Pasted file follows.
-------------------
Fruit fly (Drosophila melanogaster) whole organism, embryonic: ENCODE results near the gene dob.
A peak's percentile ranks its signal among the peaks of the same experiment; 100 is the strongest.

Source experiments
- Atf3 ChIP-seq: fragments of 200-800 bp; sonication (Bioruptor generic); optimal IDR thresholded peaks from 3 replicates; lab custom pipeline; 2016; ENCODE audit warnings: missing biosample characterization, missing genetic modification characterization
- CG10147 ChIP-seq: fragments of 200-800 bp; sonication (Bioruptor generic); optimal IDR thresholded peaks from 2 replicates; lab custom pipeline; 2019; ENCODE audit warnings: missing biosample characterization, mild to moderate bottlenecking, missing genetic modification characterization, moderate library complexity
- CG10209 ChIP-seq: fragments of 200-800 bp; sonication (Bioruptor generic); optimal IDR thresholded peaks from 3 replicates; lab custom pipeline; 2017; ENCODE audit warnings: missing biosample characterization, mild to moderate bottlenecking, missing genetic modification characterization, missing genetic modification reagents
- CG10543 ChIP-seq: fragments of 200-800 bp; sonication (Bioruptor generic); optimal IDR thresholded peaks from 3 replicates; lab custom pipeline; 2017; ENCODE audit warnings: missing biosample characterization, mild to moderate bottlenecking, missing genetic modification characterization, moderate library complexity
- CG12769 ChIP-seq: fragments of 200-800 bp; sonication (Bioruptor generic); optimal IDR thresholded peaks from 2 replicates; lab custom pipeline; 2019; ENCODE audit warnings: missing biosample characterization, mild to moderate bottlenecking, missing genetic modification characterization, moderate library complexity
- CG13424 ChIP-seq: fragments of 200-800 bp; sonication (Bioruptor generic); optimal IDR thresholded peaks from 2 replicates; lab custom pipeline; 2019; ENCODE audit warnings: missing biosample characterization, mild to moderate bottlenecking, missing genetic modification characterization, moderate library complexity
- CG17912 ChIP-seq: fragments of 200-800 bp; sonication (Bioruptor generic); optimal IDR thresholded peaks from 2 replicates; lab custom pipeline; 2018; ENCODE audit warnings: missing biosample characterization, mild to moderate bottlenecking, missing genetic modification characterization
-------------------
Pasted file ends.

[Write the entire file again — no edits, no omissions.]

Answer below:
Fruit fly (Drosophila melanogaster) whole organism, embryonic: ENCODE results near the gene dob.
A peak's percentile ranks its signal among the peaks of the same experiment; 100 is the strongest.

Source experiments
- Atf3 ChIP-seq: fragments of 200-800 bp; sonication (Bioruptor generic); optimal IDR thresholded peaks from 3 replicates; lab custom pipeline; 2016; ENCODE audit warnings: missing biosample characterization, missing genetic modification characterization
- CG10147 ChIP-seq: fragments of 200-800 bp; sonication (Bioruptor generic); optimal IDR thresholded peaks from 2 replicates; lab custom pipeline; 2019; ENCODE audit warnings: missing biosample characterization, mild to moderate bottlenecking, missing genetic modification characterization, moderate library complexity
- CG10209 ChIP-seq: fragments of 200-800 bp; sonication (Bioruptor generic); optimal IDR thresholded peaks from 3 replicates; lab custom pipeline; 2017; ENCODE audit warnings: missing biosample characterization, mild to moderate bottlenecking, missing genetic modification characterization, missing genetic modification reagents
- CG10543 ChIP-seq: fragments of 200-800 bp; sonication (Bioruptor generic); optimal IDR thresholded peaks from 3 replicates; lab custom pipeline; 2017; ENCODE audit warnings: missing biosample characterization, mild to moderate bottlenecking, missing genetic modification characterization, moderate library complexity
- CG12769 ChIP-seq: fragments of 200-800 bp; sonication (Bioruptor generic); optimal IDR thresholded peaks from 2 replicates; lab custom pipeline; 2019; ENCODE audit warnings: missing biosample characterization, mild to moderate bottlenecking, missing genetic modification characterization, moderate library complexity
- CG13424 ChIP-seq: fragments of 200-800 bp; sonication (Bioruptor generic); optimal IDR thresholded peaks from 2 replicates; lab custom pipeline; 2019; ENCODE audit warnings: missing biosample characterization, mild to moderate bottlenecking, missing genetic modification characterization, moderate library complexity
- CG17912 ChIP-seq: fragments of 200-800 bp; sonication (Bioruptor generic); optimal IDR thresholded peaks from 2 replicates; lab custom pipeline; 2018; ENCODE audit warnings: missing biosample characterization, mild to moderate bottlenecking, missing genetic modification characterization